Graven is what Hexen 3 would have been if Raven Software had a time machine

Graven, unveiled during today's Realms Deep online event, is a spiritual successor to the Hexen games, but it promises a much deeper experience than its predecessors. "Graven is Hexen 3—kind of," 3D Realms chief Frederik Schreiber told me during a recent preview session. It's the game that Raven Software would've made in 1998, if 1998 was now.

Schreiber describes Graven as an "action-adventure puzzler, with a few RPG elements here and there," including quests, spells, and upgrades. It certainly looks like an RPG at the outset: As a priest of the Orthogonal Order, you're convicted of a crime you didn't commit and cast into the midst of a heretical conspiracy, when your death sentence is interrupted by a divine being who's not supposed to exist. You wake up on a boat sliding through a thick, dark swamp, which eventually deposits you in a city, where your adventure begins.

After wandering around and smashing some stuff on the docks, which rather oddly doesn't seem to bother any of the bystanders in the area, Schreiber took us to the game's first quest-giver, who wanted us to rekindle an old lighthouse that's slowly sinking into the bog. This is where Graven starts to demonstrate that despite appearances, it is not an RPG: There are quests to complete, but your real job is to shoot, whack, and hack a whole lot of creepy monsters.

You'll have a variety of ranged and melee weapons at your disposal—my preview featured an auto-firing crossbow and a big sword—each of which will have three upgrades that can be purchased over the course of the game. You'll also wield a staff and spellbook, which unlike weapons cannot be dropped or swapped around. Interestingly, while magic is a central part of the game, Schreiber said it's more of a "strategic" tool that's not really meant to provide offensive firepower.

"[Spells] do deal some type of damage, but if you only want to deal damage, using weapons is better," he explained. "For instance, you can use the Enflame spell to melt stuff, you can use the Discharge spell to electrify or stun things and so on—and then switch over to a sword and kill them while they're stunned."

Spells will also take advantage of some of Graven's more complex underlying systems, enabling the sort of emergent interactions that simply weren't possible in the days of the original Hexen. "At later points in the game, the lightning spell Discharge can also be used to magnetize igneous rock, which can pull away enemy projectiles if they're metal, and can also be used to suspend gates open and things like that," lead designer David Queener told me.

It will be up to players to discover most of these possibilities for themselves, which is where the "puzzler" part of Graven comes into play: The developers want to do just enough handholding to set players on the right path, while otherwise leaving them to their own devices. That'll also be true of the game world itself, much of which will be hidden from players who don't take the time to explore.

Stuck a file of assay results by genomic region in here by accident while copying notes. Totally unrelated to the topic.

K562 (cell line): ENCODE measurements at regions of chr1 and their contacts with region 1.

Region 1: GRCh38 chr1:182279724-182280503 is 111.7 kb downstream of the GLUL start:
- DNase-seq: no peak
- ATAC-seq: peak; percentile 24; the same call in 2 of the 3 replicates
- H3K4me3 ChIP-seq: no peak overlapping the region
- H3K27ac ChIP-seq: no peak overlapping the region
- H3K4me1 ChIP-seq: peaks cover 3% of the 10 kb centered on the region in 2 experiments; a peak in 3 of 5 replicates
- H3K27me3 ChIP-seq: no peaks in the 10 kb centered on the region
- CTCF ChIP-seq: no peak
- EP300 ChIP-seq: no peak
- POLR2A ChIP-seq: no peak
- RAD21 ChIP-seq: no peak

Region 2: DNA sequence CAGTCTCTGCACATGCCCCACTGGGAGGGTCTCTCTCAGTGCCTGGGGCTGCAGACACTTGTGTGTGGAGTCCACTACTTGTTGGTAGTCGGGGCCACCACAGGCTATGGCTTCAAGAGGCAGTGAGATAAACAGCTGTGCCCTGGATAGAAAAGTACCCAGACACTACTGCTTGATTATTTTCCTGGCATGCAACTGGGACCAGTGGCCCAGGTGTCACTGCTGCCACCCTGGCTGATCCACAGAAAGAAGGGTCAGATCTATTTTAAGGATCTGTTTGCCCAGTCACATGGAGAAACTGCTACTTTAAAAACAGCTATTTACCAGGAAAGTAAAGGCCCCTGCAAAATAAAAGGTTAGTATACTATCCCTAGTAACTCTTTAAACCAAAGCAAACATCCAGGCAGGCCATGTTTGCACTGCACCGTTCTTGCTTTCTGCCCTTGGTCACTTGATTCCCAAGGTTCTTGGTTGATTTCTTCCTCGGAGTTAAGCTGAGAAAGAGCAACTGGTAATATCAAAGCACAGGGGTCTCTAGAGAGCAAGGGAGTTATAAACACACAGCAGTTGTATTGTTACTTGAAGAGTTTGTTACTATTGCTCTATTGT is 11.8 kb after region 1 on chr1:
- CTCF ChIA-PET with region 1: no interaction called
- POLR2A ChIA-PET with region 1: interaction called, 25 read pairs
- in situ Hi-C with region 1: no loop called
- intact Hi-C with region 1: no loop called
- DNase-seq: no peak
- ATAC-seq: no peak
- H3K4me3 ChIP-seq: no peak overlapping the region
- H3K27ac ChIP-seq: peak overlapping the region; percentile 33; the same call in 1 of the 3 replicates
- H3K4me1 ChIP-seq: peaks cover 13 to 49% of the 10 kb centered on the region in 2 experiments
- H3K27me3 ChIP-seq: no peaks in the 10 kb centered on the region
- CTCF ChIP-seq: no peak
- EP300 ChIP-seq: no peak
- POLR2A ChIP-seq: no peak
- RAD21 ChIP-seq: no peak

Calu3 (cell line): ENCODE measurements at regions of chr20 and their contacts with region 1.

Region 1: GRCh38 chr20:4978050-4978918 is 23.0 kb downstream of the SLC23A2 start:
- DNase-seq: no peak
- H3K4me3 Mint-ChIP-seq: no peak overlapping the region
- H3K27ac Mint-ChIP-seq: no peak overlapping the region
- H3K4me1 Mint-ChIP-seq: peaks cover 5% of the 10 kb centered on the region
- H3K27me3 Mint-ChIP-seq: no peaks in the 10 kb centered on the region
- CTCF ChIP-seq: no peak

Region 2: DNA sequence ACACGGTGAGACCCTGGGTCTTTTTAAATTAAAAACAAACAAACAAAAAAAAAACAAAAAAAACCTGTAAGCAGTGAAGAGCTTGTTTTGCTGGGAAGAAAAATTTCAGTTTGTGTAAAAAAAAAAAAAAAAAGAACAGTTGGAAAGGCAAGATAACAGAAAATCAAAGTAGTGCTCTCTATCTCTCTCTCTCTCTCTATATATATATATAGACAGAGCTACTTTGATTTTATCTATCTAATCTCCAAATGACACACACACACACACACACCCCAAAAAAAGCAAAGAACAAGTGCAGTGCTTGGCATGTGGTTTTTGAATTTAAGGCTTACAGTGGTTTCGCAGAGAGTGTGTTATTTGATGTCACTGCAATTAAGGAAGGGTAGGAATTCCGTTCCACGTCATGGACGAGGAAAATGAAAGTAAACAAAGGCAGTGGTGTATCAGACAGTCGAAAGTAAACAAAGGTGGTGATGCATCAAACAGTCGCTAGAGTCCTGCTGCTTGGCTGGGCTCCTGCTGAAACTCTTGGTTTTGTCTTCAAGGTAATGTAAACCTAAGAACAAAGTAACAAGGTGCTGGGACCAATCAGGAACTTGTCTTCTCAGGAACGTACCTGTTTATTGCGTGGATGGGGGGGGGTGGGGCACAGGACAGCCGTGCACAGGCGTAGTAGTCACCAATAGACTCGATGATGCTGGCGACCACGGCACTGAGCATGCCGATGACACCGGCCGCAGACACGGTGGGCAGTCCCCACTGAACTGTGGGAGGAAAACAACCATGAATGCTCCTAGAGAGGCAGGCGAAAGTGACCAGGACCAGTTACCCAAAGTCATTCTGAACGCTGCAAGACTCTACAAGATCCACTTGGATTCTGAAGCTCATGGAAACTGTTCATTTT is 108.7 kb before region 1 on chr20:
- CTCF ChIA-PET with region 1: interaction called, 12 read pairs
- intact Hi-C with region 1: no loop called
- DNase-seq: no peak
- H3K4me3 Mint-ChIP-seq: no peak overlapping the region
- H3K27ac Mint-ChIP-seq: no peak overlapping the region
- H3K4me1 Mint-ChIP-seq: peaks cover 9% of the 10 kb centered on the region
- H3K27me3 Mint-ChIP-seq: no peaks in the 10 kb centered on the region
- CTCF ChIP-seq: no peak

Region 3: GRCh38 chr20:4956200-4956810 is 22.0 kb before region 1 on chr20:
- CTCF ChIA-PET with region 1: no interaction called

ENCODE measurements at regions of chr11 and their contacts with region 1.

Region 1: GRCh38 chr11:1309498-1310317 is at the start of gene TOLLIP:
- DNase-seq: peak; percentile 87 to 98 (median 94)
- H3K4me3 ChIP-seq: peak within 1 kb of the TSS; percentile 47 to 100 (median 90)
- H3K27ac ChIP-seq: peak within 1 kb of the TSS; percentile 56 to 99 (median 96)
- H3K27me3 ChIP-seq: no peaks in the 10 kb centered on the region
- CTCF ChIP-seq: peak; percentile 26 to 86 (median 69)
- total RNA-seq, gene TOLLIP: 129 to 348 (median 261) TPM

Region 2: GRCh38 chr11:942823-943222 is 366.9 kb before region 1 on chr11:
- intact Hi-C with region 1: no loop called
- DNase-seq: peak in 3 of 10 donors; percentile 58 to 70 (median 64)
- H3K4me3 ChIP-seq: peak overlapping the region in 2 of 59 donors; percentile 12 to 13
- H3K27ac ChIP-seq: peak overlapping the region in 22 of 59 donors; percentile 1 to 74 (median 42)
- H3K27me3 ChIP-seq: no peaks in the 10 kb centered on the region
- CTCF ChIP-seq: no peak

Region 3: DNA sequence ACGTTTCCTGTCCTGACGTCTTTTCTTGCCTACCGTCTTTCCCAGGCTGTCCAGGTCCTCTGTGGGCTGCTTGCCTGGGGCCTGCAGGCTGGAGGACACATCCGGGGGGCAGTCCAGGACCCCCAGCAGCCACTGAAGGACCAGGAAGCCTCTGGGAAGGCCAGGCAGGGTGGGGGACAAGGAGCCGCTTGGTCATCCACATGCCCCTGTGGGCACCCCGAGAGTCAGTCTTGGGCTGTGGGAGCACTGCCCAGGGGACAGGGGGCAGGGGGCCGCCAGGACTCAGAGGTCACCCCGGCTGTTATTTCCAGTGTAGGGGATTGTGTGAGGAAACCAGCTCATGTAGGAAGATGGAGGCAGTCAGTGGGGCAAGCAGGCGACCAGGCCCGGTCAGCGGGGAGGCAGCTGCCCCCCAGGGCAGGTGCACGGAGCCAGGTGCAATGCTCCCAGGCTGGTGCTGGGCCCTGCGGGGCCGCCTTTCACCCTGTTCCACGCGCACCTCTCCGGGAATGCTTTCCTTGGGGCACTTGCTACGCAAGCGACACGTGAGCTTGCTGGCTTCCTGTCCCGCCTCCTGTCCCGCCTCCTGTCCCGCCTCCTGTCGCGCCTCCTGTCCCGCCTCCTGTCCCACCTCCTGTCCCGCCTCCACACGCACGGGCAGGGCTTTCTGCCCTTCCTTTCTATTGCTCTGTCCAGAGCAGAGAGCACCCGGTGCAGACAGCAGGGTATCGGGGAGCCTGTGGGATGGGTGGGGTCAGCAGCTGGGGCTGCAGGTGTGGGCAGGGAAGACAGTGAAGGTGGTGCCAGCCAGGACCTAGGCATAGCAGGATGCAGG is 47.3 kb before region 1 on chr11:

Schreiber and Queener cited some unexpected influences on Graven: Hexen, obviously, but also Symphony of the Night, Grim Dawn, Stalker, and even Dark Souls, although Queener emphasized that it's not a Souls-like. At the same time, 3D Realms aims to keep Graven as "authentic" to its roots as possible, which means sticking to a limited color palette and "very strict rules" about textures and triangles, Schreiber told me.

They're taking the opposite approach with everything else, though. Graven may look like a relic, but the goal is to make it feel like a very modern game.

"The idea was, what if we were back in '97, '98, and we have the additional 22, 23 years of game design innovation and knowledge in our backpacks, and we would now make a new game with the technology from back then—maybe a little bit enhanced. We're doing a lot of things that still look like back then but are way more detailed," Schreiber said. "That's kind of our philosophy: What if we gave those old guys at Raven superpowers and they didn't have to think about the CPU and 3Dfx cards?

"In terms of the openness and how big you can make the levels and enemies and mechanics and so on, we're just going to take it as far as we can take it."

Graven is expected to be out in 2021. Here are the first 30 minutes of gameplay, from the publisher:

Andy Chalk

Andy has been gaming on PCs from the very beginning, starting as a youngster with text adventures and primitive action games on a cassette-based TRS80. From there he graduated to the glory days of Sierra Online adventures and Microprose sims, ran a local BBS, learned how to build PCs, and developed a longstanding love of RPGs, immersive sims, and shooters. He began writing videogame news in 2007 for The Escapist and somehow managed to avoid getting fired until 2014, when he joined the storied ranks of PC Gamer. He covers all aspects of the industry, from new game announcements and patch notes to legal disputes, Twitch beefs, esports, and Henry Cavill. Lots of Henry Cavill.